The position is not totally clear, although several articles have attempted to explain it. Suffice to say, I needed to find a better alternative to access high-quality music for review purposes. My own recordings, for personal enjoyment, were probably okay where they were. So, I cancelled my £10.99 monthly subscription to Apple Music, paid a one-off annual fee to keep my personal library safe, and looked to Qobuz.

Apple Music vs Qobuz: the search for high-definition streaming


Unlike Tidal and Spotify, Qobuz does not have a casting system (such as Spotify Connect), although one has long been said to be in active development with sources close to the company saying “it’s very much in the pipeline and being perfected”, even if the rumoured launch at High End 2024 did not come to fruition.

Until then the Qobuz app can be used to listen and download music to a smart device (phone, tablet, laptop) but not to cast to an audio system. For that either generic UPnP or Chromecast is needed, or to use the app provided by a streamer manufacturer.

I borrowed an Auralic Aries G1 streamer and found their app excellent for accessing all that Qobuz has to offer. Although, rather like the Gold Note and Atoll ones I had used previously, both appear to be designed for tablet rather than compact smart phone because much of the information presented is hard to read for anyone with myopia. By contrast, the Apple Music app, perhaps not unsurprisingly, presents a much more legible and easier-to-use interface even on a small screen. So, now armed with a new iPad as well I am able to explore Qobuz’s library to the full.

Using Qobuz

Much like Apple Music, there is a user library and playlists. In fact, it’s quite a simple job to import playlists to Qobuz, using a third-party site. This is where I noticed the first difference. Of course, I did not expect Qobuz to be able to access any of my hundreds of private recordings, but I also noticed that it didn’t recognise a number of commercial recordings which I had in my Apple playlists. Okay, perhaps some of these were rather obscure but probably highlights that Qobuz is intended as a resource for audiophiles while Apple provides for a more generalist audience.

Apple Music vs Qobuz: the search for high-definition streaming

Much of what Qobuz gave me was in the old CD-quality that I’d been happy with via Airplay 1, since most of its 100-million track library is stored at this resolution. It is only a minority which carries a hi-res logo and can therefore be heard in higher resolution via a hi-fi system.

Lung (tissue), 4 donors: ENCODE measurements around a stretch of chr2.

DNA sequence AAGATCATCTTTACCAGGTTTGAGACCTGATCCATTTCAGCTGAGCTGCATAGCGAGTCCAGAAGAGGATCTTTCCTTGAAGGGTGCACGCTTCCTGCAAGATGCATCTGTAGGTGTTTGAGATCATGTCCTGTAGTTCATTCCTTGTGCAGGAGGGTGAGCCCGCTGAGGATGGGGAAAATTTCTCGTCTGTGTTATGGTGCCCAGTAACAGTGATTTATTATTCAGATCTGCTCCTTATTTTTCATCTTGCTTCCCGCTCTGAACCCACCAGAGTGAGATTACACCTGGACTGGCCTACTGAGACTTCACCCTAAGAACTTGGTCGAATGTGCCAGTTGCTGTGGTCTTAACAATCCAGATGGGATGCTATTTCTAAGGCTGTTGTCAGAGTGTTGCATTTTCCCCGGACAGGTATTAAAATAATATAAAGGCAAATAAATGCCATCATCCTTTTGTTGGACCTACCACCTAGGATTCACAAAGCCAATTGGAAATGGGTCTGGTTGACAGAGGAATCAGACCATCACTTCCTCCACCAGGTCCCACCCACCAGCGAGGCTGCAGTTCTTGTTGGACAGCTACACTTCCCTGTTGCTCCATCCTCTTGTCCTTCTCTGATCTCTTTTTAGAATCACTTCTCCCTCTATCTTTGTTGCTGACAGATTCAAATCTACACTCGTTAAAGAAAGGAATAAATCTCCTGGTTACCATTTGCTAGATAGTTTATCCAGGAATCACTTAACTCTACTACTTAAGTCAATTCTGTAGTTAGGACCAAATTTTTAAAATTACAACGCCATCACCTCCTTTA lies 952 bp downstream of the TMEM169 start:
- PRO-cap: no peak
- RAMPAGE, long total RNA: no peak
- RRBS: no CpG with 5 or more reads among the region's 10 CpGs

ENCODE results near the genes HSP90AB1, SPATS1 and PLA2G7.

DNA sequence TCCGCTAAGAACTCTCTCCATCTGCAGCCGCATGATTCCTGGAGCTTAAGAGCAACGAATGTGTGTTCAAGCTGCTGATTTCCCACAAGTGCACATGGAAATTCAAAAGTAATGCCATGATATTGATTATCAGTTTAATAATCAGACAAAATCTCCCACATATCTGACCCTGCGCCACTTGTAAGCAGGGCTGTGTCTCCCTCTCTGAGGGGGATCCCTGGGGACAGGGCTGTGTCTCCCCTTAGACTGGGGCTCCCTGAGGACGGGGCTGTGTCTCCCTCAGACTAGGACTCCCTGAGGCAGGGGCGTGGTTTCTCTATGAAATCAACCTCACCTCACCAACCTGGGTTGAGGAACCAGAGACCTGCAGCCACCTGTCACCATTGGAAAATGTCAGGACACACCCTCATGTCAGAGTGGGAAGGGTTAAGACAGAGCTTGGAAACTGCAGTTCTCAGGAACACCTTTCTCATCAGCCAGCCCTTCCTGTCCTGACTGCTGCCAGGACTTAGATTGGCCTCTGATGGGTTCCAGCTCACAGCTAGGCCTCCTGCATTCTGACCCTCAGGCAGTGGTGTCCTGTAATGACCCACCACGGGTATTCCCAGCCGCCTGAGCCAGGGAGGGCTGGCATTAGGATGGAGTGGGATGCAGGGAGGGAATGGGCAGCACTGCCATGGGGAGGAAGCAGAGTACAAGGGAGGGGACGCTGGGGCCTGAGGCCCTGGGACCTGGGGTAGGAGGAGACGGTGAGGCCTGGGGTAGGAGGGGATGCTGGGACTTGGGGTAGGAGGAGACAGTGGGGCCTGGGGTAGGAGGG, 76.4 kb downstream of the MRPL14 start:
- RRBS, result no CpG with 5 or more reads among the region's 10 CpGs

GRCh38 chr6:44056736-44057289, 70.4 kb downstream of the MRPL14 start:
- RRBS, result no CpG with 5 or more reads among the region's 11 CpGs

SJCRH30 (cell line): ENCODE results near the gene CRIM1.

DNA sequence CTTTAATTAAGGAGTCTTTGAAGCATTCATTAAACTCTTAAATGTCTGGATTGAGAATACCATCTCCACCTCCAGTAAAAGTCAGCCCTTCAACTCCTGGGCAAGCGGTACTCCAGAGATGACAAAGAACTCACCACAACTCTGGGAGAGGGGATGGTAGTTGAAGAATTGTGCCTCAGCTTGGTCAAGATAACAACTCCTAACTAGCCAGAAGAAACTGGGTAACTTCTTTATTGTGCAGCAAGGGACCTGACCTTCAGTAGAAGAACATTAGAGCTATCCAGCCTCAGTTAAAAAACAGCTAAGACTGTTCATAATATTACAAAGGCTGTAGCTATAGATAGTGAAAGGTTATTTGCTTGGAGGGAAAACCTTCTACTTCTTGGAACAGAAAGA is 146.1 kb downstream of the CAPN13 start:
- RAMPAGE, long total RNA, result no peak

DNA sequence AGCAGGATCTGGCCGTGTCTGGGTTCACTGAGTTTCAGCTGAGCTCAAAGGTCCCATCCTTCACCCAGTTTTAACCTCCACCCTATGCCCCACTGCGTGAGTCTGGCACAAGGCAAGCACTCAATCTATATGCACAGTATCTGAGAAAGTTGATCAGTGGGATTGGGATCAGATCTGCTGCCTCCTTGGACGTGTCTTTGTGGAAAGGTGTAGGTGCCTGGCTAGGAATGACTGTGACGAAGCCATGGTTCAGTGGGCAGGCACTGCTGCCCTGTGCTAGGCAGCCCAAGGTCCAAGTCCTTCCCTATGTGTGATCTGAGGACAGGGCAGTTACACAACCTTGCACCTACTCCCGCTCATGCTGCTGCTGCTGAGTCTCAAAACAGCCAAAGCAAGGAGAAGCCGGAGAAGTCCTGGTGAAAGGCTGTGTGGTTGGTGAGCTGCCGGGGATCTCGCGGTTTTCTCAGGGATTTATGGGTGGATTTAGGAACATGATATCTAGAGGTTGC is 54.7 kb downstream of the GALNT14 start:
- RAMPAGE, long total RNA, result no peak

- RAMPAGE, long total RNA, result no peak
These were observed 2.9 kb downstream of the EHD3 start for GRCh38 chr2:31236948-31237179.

Sonic comparisons

In rough A/B comparisons, using both the Airplay and Qobuz options on the Auralic streamer, the results were enlightening. For electronic music, Apple tracks via Airplay were noticeably more compressed, with a slight Radio One feel about them. This might add excitement and, for some, listener involvement, while I found the slightly more open and transparent option from Qobuz much more appealing.

Listening on the move, in-car or via headphones, the Airplay sound might help to overcome extraneous noises but, through a hi-fi system it showed up as being compressed and lacking in total believability.

On classical repertoire, the comparison was rather akin to Radio Three when it used to switch its Optimod audio processor in and out, depending on the time of day. Apple Airplay was not unlike Optimod ‘in circuit’ while Qobuz was a cleaner sound where the listener is treated to increased dynamics and greater detail.


Several reputable sources had already steered me away from both Spotify because of its limited bit rate and while Tidal offers ostensibly the same resolution as Qobuz its catalogue is less suited to my apparently catholic tastes in music. Then, with Apple degrading the sound quality available, surely any discerning listener should be looking at alternatives in order to stream the best possible quality music. It’s early days but I don’t regret my decision to switch to Qobuz as my main streaming source of commercial recordings for both pleasure and review work.

Trevor Butler